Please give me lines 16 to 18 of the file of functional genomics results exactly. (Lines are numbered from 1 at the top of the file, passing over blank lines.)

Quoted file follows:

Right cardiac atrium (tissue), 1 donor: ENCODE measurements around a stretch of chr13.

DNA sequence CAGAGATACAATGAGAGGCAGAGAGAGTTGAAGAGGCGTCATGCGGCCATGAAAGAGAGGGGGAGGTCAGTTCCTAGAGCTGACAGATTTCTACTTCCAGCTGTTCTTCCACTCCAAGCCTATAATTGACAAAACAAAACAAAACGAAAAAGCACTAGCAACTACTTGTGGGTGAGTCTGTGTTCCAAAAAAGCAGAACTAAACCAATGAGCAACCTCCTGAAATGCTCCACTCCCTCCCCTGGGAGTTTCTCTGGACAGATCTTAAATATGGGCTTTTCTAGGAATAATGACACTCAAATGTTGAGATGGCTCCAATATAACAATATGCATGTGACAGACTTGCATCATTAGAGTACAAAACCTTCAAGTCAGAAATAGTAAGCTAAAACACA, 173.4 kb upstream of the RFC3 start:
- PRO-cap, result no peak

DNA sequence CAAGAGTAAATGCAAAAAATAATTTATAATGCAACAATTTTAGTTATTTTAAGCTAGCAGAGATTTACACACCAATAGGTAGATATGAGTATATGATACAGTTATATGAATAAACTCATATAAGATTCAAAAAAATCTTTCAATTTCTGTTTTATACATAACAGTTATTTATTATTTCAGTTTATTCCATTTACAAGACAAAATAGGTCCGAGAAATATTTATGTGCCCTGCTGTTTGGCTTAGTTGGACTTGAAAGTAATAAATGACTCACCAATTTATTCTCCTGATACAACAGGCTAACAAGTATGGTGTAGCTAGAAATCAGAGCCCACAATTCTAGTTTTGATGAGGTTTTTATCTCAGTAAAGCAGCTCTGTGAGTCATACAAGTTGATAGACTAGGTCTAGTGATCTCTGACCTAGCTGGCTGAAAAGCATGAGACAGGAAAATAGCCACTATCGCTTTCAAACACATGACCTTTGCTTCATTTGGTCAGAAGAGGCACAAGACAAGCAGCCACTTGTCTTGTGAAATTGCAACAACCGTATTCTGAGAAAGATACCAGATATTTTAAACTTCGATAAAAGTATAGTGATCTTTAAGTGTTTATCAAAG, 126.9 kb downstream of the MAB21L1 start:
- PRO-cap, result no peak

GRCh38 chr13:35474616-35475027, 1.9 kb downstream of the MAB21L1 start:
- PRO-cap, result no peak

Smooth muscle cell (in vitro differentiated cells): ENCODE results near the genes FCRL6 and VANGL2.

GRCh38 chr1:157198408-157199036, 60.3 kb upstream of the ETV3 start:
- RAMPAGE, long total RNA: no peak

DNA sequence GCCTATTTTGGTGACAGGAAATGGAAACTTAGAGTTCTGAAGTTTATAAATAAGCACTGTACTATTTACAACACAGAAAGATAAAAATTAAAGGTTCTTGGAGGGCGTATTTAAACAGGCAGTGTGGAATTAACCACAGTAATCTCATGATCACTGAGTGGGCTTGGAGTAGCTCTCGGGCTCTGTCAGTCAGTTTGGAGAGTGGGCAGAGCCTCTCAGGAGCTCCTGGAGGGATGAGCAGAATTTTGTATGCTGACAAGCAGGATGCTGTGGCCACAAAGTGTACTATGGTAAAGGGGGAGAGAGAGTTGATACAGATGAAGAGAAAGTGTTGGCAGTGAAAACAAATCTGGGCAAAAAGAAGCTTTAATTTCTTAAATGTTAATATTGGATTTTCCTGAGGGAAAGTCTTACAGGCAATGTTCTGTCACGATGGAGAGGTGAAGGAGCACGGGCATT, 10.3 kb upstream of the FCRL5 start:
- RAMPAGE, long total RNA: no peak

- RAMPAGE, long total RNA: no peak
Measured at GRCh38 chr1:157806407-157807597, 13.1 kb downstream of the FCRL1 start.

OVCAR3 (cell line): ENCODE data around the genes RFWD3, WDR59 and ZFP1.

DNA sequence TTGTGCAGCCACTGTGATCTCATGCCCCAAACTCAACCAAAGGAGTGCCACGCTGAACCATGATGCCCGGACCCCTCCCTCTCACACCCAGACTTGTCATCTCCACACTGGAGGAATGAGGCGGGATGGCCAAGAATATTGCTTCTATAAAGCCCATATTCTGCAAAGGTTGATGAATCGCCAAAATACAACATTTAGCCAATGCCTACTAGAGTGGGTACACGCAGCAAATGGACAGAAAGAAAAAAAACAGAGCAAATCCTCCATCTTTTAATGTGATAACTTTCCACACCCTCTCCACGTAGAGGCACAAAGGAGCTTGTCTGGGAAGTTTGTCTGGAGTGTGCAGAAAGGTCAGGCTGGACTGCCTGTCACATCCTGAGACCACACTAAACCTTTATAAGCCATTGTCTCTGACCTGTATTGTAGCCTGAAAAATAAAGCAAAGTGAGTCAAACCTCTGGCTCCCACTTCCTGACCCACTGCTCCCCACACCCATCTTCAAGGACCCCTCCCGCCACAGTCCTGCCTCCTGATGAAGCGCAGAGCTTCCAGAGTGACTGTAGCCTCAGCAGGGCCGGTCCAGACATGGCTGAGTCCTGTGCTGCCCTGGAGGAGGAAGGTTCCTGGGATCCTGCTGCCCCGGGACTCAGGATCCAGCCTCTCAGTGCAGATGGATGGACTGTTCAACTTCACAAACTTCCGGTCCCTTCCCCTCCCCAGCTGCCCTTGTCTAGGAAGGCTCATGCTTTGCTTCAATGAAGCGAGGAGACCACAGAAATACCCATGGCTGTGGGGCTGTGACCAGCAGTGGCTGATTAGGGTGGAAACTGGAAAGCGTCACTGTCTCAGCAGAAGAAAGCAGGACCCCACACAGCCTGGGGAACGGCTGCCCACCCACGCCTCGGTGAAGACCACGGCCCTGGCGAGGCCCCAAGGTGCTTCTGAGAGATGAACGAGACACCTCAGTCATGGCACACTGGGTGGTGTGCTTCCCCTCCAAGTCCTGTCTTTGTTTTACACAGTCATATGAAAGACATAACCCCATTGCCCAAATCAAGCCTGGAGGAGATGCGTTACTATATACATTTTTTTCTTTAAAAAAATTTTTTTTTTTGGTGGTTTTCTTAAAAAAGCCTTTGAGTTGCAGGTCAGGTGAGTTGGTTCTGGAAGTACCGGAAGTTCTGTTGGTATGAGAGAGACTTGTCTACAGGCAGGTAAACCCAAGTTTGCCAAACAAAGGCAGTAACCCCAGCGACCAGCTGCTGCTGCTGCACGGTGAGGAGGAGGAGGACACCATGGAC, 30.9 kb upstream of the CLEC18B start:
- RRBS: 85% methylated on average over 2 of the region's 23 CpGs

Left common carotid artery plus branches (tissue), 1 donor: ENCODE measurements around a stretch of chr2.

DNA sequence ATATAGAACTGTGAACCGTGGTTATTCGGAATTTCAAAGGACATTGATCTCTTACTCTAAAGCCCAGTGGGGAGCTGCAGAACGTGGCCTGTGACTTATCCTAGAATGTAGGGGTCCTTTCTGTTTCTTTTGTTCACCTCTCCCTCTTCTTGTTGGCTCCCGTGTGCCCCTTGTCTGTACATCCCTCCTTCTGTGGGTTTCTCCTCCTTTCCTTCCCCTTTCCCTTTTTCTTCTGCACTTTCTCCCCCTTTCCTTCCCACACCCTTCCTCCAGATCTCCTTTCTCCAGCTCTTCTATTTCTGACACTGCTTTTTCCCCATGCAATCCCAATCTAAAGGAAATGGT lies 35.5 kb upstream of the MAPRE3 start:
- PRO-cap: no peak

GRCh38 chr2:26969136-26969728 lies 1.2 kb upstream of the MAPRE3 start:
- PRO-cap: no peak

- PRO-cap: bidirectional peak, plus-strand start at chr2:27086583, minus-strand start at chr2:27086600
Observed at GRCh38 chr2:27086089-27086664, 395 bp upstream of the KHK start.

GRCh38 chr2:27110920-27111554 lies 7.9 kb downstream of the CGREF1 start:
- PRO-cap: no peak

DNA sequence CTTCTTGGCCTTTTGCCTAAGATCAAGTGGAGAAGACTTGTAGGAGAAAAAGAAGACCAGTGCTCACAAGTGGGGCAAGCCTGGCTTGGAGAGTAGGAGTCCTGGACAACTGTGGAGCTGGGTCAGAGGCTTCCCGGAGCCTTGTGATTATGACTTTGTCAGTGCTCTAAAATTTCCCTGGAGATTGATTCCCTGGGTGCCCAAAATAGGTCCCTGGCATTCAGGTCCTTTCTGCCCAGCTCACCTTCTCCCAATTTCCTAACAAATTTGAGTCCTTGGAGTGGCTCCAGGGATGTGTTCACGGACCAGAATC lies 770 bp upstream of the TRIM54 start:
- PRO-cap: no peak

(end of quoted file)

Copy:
DNA sequence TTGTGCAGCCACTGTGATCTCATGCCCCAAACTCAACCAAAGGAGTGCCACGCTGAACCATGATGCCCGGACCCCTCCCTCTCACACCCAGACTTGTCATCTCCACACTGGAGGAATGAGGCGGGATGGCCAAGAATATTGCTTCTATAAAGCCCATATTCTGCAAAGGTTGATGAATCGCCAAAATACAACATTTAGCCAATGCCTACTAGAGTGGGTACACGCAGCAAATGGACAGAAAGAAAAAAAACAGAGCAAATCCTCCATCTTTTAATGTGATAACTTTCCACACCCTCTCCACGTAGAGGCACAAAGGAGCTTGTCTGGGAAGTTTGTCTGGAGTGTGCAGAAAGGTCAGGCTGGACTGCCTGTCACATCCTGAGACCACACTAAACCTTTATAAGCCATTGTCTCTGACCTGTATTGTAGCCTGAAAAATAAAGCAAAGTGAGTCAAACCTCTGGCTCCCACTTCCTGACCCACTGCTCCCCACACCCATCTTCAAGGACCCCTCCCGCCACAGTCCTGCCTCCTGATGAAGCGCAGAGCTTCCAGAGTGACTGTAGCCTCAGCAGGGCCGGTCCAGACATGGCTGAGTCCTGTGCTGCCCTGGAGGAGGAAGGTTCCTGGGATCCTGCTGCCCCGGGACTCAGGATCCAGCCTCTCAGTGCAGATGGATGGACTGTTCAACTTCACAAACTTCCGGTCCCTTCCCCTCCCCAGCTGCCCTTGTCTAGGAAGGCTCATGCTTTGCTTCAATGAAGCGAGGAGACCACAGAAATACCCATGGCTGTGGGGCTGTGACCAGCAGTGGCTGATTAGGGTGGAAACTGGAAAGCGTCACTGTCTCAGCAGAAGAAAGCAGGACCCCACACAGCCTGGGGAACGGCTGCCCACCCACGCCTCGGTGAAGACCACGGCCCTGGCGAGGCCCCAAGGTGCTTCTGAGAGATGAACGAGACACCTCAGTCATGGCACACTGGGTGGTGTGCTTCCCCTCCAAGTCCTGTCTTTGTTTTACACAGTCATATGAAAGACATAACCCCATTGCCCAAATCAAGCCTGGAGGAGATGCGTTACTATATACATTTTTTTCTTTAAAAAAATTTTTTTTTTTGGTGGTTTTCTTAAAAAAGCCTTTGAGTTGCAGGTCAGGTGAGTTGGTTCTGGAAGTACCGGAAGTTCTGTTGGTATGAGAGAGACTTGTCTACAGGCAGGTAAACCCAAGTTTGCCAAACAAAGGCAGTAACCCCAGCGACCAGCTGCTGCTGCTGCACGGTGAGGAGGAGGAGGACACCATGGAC, 30.9 kb upstream of the CLEC18B start:
- RRBS: 85% methylated on average over 2 of the region's 23 CpGs

Left common carotid artery plus branches (tissue), 1 donor: ENCODE measurements around a stretch of chr2.